Slaves, freed slaves, senators, judges, novelists and hobos had all passed through the room I’d just woken up in. Though Brent and I had doubts about whether it made sense for us to buy the Beekman, at least its history proved that we didnt’ make any *less* sense than someone else.
Kilmer-Purcell never overstates his attempts to place their project in context – indeed, he doesn’t even go so far as to state a permanent commitment. I wonder if the offensive lines in the book aren’t so much an expression of how dumb the locals are so much as a way of articulating his sense that he doesn’t really belong – in his own home, in the economy they are building. Neither does he seem to feel he belongs in his old life – the more immersed he is in the farm, the harder it is to go back to the city. The book is an expression of unbelonging, of the hope of someday belonging.
That belonging, for Kilmer-Purcell is economic, rather than social – yes, they go to the parties, but his way of mattering here is to restore the economy. In this way he asserts the necessity of an unsustainable economy to sustain a place worth holding onto. At the end of the book he says that what he does best is make things “sparkle” – which is rather an astonishing claim, since it seems as through Brent is the sparkly celebrity one. Kilmer-Purcell is the more concrete, less perfect guy, the one who doesn’t care as much that everything be right. But he sees his primary gift as the ability to make a picture shine and sell that shine – and in that way enable the unshiny, grubby details of agriculture and domestic labor to have a place in the economy.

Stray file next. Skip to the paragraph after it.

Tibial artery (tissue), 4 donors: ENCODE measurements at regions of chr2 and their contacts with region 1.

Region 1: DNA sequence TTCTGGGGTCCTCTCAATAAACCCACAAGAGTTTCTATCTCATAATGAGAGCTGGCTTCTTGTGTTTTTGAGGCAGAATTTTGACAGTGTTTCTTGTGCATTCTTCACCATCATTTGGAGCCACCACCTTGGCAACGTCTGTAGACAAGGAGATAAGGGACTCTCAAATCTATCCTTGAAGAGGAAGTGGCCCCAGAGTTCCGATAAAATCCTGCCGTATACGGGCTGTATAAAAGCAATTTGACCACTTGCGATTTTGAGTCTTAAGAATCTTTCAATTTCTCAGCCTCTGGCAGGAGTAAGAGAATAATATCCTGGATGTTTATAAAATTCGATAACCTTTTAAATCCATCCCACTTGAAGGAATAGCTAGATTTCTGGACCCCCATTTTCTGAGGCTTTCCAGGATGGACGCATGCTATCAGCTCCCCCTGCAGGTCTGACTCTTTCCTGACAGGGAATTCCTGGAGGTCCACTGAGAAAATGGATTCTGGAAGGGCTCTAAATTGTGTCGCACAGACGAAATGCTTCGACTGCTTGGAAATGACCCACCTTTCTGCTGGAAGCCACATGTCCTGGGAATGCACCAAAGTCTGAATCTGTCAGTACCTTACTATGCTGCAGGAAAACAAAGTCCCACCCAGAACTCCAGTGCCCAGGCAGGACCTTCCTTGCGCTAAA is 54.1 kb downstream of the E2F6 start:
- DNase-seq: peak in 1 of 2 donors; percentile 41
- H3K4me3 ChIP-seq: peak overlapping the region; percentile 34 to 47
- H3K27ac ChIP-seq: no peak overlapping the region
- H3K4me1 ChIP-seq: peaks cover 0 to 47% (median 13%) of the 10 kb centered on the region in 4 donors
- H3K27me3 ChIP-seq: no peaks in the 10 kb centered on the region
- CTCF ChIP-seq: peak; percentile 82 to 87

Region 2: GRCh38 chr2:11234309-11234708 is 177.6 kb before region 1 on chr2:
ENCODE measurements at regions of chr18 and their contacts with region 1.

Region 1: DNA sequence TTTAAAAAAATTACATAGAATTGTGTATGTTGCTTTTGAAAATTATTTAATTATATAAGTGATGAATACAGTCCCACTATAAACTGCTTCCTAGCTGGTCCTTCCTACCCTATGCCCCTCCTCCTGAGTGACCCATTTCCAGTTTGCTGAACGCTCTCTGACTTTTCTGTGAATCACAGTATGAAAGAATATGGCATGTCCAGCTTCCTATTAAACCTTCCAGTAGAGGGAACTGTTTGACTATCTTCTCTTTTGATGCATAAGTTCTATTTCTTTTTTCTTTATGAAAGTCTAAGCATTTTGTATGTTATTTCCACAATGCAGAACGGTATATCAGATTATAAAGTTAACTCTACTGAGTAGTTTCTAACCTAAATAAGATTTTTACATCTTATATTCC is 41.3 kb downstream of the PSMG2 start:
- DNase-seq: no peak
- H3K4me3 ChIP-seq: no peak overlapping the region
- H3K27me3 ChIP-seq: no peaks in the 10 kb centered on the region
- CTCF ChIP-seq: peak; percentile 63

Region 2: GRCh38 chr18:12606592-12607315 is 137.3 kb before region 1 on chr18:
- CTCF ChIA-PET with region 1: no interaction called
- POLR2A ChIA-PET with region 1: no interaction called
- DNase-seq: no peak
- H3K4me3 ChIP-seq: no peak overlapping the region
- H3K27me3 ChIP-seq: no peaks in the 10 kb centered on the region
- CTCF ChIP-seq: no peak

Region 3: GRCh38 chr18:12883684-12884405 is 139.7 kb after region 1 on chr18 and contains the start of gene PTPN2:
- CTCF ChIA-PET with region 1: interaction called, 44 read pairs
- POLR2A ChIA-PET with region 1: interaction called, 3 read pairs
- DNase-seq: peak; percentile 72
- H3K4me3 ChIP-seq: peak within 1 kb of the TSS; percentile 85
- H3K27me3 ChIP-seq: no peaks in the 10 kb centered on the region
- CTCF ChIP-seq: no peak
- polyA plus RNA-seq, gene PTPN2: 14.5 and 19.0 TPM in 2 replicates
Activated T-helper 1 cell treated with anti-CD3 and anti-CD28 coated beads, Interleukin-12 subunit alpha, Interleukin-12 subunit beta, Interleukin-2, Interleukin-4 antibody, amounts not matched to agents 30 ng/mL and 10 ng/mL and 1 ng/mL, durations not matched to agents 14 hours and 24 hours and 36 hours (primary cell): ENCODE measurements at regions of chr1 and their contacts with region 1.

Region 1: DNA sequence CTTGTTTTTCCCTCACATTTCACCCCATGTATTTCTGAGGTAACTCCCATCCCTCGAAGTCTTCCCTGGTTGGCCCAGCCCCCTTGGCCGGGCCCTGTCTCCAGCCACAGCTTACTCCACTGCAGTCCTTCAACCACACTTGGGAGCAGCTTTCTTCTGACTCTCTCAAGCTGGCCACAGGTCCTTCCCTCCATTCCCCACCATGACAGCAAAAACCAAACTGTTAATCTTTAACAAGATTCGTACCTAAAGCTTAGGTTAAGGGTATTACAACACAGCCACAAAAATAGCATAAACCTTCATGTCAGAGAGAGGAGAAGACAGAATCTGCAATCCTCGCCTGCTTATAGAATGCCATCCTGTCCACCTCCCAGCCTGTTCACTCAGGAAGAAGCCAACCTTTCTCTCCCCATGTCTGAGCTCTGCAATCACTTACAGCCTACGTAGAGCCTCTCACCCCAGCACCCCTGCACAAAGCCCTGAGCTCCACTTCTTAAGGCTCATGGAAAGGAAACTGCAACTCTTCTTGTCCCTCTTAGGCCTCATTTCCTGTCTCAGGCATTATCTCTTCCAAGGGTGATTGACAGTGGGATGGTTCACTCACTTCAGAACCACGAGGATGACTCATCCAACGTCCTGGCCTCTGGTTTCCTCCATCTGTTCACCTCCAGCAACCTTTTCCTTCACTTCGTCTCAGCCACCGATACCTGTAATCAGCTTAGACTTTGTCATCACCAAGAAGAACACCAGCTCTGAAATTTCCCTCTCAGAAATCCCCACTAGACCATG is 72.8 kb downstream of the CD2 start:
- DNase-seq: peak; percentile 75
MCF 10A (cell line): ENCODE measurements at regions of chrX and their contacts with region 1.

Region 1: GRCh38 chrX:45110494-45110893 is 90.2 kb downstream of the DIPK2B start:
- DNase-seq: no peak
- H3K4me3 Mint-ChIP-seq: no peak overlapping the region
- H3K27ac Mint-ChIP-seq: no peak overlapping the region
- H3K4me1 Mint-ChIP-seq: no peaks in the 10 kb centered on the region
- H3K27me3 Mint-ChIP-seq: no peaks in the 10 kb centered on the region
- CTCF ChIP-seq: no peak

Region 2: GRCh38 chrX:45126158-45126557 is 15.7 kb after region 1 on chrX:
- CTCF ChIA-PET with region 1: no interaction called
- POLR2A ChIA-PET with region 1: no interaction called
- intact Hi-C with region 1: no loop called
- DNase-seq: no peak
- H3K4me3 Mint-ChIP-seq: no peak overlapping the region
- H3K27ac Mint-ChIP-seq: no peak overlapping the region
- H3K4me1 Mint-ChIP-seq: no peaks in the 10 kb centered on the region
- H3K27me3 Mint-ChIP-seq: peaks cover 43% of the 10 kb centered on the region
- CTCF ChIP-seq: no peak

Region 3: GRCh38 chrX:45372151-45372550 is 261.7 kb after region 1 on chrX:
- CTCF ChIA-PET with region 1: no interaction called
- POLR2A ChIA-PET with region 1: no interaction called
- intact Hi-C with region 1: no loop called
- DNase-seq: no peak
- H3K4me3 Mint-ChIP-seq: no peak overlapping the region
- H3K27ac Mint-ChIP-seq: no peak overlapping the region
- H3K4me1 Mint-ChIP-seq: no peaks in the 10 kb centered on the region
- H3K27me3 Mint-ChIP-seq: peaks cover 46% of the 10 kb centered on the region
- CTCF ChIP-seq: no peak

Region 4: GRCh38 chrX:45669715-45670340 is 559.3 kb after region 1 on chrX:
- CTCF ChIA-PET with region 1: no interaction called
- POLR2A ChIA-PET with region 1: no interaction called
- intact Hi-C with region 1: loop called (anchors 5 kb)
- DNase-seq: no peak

They set about using their connections to create a viable local economy – making soap that Martha loved and selling it online, selling their landscape and their place and the fantasy of a sustainable life. Kilmer-Purcell is laudably honest about this – and about the fact that the more they sell their beautiful, sustainable life, the less they are able to actually sustain it, the more destructive it is to the two of them. It would be obvious and unkind to observe that if they really cared about Sharon Springs, they could have chosen a nice farmhouse, rather than a mansion, and learned to farm themselves, rather than paying a full salary. Because it was the mansion that drew them in – and the sparkle. It is made clear in the book that the place is part of it, but the sparkle is all – their commitment extends just to the point they can keep the sparkle going. And that’s limiting, and limited, and tough on the town if they fall – but Kilmer-Purcell is at least honest – they are what they are, and in many ways, are perfectly appropriate to the decayed grandeur of the place they’ve adopted. That grandeur requires sparkle.
They are and become, to paraphrase the old “Sylvia” cartoon “The people who do everything more beautifully than you do.” They document every scrap of their lives on their blog. They sell themselves hard, trying to create a way to make a living in the country. But, of course, mansion living with a farmer-in-residence who cares for the 80 goats, and a mansion that has to be perfect, beautiful and photographable at all times is way more expensive than living in my “Better Homesteads and Ratholes” farmstead, and it is a losing battle. And yet they are committed – they want this place, this beautiful life, this sustainable agricultural economy. They want it bad enough to run themselves raw.